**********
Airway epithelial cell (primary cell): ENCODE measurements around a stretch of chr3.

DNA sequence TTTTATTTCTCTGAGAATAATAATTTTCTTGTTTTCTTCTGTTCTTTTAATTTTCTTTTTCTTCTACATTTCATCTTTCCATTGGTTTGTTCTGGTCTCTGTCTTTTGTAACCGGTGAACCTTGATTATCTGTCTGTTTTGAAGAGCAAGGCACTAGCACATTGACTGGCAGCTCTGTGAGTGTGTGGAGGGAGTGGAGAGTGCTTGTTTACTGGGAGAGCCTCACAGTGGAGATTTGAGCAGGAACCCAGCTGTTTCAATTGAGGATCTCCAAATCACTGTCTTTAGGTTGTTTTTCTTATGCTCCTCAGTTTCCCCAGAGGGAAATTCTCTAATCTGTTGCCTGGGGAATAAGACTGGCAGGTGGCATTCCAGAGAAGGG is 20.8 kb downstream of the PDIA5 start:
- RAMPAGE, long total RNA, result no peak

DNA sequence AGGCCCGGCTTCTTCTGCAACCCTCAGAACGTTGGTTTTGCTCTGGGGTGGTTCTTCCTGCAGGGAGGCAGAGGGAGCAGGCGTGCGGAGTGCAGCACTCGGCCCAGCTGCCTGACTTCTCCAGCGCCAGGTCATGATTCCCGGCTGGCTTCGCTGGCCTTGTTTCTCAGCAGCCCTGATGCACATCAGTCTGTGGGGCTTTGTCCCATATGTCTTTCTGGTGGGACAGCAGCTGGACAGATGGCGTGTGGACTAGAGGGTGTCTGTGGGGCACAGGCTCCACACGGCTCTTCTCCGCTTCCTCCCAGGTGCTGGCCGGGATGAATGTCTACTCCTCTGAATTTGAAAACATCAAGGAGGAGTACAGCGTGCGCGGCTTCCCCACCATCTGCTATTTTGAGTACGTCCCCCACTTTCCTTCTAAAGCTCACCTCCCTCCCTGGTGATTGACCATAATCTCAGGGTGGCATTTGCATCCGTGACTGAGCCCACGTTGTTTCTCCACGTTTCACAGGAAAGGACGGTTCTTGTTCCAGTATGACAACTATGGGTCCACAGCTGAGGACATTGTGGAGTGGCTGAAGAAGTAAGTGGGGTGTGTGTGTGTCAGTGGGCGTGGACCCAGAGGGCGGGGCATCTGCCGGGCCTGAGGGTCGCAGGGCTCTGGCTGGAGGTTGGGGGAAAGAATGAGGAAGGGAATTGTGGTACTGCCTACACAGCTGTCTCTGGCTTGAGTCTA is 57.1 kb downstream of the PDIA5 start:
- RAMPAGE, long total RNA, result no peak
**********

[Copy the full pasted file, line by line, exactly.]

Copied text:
Airway epithelial cell (primary cell): ENCODE measurements around a stretch of chr3.

DNA sequence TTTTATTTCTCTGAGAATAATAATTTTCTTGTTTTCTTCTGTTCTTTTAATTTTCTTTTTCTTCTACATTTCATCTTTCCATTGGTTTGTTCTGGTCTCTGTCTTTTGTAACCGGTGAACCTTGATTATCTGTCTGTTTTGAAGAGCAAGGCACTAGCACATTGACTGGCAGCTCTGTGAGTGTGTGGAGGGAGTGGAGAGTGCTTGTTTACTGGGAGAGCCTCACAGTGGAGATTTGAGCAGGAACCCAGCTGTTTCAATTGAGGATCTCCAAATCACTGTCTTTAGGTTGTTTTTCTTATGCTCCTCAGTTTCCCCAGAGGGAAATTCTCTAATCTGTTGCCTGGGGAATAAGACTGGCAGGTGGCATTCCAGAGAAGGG is 20.8 kb downstream of the PDIA5 start:
- RAMPAGE, long total RNA, result no peak

DNA sequence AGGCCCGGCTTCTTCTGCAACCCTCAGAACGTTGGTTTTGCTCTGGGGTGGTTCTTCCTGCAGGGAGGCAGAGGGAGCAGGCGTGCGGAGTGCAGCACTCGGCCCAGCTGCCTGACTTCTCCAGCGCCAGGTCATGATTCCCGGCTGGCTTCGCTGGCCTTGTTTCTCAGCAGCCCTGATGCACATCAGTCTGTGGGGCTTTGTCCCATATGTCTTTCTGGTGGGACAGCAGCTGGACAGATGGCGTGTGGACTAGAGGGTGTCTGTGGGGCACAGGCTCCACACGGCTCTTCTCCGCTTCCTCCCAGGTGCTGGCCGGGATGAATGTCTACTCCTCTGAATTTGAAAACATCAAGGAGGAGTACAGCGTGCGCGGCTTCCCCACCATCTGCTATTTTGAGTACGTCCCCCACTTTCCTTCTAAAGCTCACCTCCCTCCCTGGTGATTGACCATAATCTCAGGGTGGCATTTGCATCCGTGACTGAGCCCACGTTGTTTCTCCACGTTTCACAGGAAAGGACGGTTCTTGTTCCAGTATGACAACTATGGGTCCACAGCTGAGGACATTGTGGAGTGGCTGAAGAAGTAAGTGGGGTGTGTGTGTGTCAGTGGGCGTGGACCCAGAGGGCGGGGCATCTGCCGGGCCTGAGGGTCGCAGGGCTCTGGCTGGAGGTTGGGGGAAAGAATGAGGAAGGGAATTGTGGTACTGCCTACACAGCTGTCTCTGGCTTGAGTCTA is 57.1 kb downstream of the PDIA5 start:
- RAMPAGE, long total RNA, result no peak